POTS: As simple vessels of everyday use, our story tells of the timelessness of our beauty and the grace of our form.

In the context of Indian literature and art, we symbolise the womb, bounty, earth, woman and plenitude -- as symbolic receptacles, we hold life, spirits and the dead; water, soma and amrita.The Amara Kosha [11.2.1], one of the earliest lexicons of the Sanskrit language states that a synonym for Earth (bhu) is Kumbhini (she who is the pot).

In the physical form, we display a naturalness of shape, and specificity to function.The contour of most pots is derived from nature – like the gourd, pumpkin and lotus. Fluted melons, in particular have inspired many pots across India.

The most versatile pot, Lota, famous in design circles for having been acknowledged for its appropriateness of form and efficiency offunction is one such instance. India is dotted with thousands of such instances of functional ingenuity and graceful form.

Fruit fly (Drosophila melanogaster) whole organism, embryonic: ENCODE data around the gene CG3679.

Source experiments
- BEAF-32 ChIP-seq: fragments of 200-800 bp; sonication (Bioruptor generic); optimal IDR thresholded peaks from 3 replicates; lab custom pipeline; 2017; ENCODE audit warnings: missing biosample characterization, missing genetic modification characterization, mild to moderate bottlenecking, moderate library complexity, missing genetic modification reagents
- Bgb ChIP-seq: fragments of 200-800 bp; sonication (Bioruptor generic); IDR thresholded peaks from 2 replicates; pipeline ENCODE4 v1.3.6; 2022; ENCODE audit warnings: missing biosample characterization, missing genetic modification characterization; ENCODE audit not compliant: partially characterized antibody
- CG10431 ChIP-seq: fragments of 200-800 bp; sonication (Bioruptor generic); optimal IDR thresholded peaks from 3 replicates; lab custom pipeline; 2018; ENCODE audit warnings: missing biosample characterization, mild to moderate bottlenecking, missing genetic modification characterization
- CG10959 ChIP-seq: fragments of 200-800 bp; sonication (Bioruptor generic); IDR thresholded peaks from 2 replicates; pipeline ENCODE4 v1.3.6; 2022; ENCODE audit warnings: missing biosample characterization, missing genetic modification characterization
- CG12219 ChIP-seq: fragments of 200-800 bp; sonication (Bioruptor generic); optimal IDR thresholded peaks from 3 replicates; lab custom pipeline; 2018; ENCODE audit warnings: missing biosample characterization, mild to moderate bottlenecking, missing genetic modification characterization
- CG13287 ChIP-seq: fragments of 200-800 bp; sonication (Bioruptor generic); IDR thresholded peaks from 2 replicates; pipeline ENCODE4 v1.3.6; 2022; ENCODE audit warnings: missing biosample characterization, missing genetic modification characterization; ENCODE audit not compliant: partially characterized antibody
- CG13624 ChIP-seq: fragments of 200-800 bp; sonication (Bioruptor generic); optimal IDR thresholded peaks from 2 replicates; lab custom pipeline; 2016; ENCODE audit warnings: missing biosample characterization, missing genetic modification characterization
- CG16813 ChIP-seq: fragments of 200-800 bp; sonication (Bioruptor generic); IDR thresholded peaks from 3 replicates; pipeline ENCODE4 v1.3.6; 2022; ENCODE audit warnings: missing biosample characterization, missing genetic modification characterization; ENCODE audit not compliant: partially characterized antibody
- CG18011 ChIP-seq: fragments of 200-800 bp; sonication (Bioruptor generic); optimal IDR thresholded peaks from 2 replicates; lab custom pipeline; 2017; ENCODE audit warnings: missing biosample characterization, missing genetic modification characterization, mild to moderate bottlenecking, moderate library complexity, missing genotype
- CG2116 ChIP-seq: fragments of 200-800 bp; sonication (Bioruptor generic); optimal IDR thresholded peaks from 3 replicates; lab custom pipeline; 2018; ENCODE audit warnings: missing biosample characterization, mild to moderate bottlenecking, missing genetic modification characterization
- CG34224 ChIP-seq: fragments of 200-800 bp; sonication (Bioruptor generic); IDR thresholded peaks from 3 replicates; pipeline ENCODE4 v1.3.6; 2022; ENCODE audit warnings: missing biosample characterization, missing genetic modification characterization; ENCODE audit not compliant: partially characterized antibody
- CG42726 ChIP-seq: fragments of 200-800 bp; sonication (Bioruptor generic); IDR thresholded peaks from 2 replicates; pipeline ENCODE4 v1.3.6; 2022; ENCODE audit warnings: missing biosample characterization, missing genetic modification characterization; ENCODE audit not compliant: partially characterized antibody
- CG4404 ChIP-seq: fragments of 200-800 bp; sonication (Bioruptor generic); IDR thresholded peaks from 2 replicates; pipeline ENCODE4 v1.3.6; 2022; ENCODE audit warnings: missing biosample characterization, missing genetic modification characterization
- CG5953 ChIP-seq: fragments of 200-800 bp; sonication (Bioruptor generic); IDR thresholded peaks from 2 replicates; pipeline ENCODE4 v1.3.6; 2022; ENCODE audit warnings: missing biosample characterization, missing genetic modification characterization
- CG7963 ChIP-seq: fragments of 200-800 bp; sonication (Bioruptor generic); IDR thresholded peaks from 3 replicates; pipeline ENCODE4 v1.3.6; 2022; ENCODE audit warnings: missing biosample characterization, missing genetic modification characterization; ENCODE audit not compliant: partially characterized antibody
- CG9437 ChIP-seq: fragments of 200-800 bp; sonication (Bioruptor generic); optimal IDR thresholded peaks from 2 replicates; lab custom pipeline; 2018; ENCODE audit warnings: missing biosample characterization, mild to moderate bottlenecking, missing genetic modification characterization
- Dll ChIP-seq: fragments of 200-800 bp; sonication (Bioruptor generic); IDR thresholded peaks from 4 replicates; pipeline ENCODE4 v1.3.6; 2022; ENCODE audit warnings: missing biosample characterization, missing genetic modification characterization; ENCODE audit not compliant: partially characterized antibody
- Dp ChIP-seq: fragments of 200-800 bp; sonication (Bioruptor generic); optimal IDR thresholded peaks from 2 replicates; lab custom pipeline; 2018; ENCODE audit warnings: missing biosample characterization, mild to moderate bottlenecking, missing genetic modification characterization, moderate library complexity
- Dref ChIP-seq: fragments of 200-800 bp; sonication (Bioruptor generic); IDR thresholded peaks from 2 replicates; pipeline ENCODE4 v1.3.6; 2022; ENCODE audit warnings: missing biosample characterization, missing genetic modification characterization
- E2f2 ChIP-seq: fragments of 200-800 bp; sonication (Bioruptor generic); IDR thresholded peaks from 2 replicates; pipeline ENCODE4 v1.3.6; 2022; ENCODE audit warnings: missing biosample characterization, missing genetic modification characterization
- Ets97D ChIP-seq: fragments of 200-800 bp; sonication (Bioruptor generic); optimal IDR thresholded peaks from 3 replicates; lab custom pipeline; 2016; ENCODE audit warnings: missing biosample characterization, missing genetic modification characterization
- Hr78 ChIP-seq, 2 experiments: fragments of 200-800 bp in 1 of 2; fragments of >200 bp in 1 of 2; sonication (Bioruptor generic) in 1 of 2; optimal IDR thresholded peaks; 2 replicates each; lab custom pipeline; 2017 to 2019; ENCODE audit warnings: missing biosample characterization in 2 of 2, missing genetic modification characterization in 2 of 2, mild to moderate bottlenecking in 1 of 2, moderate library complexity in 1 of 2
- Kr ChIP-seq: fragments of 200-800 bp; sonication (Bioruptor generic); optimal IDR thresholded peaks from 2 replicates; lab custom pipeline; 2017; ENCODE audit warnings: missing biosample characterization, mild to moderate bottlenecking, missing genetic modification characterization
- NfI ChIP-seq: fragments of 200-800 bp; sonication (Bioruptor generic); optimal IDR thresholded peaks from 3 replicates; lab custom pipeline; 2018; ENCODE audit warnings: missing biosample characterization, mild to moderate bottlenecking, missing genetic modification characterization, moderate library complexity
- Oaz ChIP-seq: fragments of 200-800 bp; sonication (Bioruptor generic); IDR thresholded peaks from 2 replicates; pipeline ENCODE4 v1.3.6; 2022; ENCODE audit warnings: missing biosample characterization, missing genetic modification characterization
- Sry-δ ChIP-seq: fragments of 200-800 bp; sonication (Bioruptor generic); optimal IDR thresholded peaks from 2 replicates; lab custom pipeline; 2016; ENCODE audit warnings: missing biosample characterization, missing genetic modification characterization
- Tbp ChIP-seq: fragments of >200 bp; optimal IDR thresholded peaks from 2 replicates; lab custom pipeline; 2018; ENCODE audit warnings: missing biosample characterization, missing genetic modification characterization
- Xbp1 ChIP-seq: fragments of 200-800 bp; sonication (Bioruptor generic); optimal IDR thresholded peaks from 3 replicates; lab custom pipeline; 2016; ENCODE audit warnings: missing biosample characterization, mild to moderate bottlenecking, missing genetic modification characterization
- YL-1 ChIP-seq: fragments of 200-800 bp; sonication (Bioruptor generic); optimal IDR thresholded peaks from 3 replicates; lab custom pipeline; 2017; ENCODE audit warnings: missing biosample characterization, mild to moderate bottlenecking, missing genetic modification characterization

The genius of the Indian pot can also be seen across various materials, which typically began by imitating its predecessor’s form, until achieving mastering of the new material and then innovating with it.

You could consider our attributes as the most effortless expressions of design fundamentals of form, shape, proportion, lineand function.  A finely shaped pot without any surface ornamentation therefore appears perfectly ornamental. Rendering each one of us everyday objects, a virtual sculpture.

SPOUTS: Like Pots, we too were designed to fulfil specific functions. Particularly with the intent to control and temper the flow of liquid stored. For instance, spouts for water were narrow, whereas those for pouring ghee were wider. Our earliest examples are seen during Harappan times in the remnants of a terracotta spout. With the Mughal period, the elegant form of the surahi, so named, for its use for pouring Sura (intoxicating drink) gains the dual status of utility and aesthetics.